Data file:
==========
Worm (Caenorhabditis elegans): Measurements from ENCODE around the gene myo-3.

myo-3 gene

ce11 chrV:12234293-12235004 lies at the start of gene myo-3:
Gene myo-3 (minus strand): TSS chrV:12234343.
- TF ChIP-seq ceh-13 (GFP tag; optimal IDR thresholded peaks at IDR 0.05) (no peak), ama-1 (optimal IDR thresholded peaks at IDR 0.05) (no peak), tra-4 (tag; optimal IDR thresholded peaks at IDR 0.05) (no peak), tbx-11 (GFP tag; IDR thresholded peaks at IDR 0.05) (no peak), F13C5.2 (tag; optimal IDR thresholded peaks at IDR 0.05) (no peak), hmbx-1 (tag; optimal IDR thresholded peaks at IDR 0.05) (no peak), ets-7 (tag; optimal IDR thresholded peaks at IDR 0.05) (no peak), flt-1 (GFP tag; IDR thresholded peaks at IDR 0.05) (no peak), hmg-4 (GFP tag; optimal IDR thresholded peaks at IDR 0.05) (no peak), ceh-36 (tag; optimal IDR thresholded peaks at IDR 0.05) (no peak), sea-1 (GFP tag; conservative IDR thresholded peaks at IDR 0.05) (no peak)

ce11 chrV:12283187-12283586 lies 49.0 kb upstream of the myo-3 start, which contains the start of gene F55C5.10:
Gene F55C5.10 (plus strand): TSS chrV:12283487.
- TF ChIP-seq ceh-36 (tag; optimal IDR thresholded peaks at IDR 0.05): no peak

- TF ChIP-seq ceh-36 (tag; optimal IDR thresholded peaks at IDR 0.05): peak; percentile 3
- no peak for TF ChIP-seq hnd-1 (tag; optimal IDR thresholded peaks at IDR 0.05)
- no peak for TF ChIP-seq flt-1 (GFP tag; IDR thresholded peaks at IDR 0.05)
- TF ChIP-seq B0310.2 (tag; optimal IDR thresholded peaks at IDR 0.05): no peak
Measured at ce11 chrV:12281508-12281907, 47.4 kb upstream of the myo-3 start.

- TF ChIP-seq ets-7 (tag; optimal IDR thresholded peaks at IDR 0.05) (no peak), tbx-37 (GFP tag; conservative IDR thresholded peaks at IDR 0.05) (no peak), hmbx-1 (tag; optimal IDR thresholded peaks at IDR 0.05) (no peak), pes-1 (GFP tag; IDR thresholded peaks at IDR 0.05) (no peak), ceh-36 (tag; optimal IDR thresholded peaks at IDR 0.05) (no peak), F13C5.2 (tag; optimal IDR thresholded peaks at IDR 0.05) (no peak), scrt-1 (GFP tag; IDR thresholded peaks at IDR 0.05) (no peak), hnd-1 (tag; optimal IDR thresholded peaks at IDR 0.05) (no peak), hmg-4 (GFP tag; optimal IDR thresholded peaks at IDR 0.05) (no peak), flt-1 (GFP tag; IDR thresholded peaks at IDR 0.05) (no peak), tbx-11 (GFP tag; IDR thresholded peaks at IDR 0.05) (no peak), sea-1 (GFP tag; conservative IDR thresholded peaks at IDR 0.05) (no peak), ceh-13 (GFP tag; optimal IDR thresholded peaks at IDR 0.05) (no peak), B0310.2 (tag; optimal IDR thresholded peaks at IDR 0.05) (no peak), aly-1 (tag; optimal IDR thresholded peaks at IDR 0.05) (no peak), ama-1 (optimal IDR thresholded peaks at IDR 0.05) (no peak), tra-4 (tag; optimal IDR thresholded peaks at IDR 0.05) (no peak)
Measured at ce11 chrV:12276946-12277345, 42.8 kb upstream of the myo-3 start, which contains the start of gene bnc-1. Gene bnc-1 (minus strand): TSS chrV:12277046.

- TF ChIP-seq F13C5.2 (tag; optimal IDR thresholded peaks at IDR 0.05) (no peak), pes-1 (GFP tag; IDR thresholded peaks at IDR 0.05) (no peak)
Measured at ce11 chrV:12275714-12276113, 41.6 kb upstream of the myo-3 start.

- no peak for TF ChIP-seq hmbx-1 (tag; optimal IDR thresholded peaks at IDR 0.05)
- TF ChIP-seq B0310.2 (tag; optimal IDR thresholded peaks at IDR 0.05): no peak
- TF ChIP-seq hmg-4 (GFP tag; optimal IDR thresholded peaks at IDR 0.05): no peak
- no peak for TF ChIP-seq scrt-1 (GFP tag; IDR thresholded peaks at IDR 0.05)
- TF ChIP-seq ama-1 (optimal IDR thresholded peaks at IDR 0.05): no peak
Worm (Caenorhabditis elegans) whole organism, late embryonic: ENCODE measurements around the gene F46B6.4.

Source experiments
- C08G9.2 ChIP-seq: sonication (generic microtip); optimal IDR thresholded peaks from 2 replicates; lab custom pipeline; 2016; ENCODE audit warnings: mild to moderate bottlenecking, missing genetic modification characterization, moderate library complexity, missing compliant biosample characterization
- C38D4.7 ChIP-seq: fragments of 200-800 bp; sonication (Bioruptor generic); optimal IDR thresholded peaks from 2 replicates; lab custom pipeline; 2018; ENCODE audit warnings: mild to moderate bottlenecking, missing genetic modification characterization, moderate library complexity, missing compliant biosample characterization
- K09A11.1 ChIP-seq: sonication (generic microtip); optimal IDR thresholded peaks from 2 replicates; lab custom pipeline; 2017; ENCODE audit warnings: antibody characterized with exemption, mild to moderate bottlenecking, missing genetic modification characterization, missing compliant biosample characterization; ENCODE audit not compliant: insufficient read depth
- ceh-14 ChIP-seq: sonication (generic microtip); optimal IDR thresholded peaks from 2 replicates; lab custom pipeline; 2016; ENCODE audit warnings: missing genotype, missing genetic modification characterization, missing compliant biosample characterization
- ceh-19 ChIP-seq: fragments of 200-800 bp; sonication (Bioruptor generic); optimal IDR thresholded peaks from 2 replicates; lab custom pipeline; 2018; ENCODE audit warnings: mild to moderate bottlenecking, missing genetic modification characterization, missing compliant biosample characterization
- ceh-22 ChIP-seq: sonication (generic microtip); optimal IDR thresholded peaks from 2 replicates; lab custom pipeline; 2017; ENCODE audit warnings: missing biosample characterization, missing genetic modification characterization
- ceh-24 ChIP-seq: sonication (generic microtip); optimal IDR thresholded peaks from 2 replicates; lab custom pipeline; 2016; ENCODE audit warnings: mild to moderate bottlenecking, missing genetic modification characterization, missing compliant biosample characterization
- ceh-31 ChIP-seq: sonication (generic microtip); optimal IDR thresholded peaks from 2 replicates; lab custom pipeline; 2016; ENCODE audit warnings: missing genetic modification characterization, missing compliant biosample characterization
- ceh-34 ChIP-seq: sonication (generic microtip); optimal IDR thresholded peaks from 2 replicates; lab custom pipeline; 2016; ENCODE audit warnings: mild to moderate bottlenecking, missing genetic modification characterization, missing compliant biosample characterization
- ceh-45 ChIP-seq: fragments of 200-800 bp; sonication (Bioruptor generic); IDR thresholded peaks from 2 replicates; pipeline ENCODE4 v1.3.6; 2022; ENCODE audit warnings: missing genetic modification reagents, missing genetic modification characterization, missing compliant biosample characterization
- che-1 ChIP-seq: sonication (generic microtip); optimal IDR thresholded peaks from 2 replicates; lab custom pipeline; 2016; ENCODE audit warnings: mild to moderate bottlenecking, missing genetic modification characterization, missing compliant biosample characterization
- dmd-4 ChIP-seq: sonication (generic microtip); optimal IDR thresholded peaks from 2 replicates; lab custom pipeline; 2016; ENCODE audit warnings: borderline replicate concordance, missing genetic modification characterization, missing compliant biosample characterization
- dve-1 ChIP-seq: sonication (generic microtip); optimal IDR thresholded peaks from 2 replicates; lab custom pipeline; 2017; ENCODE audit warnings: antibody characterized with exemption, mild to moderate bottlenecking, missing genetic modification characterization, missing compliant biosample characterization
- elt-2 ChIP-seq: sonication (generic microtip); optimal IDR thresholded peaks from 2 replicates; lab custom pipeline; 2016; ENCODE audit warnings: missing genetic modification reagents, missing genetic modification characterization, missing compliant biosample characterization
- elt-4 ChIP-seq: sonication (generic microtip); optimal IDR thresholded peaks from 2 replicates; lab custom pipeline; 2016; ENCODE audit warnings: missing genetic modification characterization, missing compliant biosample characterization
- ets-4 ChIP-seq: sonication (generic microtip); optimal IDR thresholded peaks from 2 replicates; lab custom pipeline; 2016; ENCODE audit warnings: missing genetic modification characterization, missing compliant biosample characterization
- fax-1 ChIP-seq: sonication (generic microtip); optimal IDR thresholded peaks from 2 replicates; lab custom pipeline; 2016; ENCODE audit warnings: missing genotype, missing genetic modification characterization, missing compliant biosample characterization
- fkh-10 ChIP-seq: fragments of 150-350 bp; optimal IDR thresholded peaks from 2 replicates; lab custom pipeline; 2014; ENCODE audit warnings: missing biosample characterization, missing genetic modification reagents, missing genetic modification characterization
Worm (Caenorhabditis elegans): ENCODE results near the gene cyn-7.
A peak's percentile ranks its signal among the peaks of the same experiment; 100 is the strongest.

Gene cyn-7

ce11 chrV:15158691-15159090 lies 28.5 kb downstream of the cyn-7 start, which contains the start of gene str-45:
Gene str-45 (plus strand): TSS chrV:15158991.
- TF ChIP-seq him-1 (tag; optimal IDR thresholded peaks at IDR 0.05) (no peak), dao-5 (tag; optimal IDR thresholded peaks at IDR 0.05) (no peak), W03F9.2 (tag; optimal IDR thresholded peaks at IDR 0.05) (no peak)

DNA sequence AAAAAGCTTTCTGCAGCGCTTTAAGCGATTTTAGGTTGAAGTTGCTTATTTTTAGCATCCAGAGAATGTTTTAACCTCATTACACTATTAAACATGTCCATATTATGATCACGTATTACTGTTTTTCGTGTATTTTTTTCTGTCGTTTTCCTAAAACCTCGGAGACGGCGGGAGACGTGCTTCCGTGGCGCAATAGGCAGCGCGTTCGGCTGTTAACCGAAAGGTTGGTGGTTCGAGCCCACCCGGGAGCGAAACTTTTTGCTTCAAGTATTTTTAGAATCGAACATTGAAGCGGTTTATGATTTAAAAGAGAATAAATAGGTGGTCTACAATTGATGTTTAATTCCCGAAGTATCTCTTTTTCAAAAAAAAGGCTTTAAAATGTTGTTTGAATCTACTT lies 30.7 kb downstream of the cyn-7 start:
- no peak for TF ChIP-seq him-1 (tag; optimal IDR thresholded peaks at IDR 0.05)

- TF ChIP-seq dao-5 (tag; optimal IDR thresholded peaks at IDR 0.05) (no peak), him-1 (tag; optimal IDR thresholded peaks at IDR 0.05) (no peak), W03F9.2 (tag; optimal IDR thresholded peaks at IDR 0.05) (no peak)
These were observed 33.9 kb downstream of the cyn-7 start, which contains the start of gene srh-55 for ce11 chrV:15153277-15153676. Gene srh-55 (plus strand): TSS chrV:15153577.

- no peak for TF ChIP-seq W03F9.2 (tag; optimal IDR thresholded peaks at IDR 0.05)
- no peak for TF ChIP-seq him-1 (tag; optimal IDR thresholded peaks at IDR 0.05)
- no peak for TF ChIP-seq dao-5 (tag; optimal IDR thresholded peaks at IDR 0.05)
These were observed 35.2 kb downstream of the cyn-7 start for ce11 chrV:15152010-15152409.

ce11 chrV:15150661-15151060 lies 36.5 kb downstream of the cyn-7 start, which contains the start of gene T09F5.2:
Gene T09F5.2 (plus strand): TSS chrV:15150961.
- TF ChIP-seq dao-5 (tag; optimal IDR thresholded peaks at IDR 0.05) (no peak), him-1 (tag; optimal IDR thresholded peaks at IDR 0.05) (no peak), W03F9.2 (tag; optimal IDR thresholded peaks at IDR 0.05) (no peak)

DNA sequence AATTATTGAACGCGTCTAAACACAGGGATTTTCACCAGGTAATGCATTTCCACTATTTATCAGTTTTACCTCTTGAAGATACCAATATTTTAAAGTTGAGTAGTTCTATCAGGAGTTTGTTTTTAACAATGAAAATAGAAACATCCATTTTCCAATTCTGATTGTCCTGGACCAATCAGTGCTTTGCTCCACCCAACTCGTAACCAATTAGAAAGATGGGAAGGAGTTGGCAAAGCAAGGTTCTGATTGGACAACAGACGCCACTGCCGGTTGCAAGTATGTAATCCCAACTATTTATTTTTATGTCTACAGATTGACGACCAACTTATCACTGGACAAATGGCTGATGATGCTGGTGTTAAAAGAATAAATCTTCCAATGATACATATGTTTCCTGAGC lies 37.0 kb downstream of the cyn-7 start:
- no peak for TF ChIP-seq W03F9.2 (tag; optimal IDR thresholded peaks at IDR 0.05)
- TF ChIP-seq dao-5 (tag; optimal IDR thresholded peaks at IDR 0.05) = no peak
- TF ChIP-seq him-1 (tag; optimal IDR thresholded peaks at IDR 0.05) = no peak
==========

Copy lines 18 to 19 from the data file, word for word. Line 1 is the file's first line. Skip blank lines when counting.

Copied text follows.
- no peak for TF ChIP-seq hmbx-1 (tag; optimal IDR thresholded peaks at IDR 0.05)
- TF ChIP-seq B0310.2 (tag; optimal IDR thresholded peaks at IDR 0.05): no peak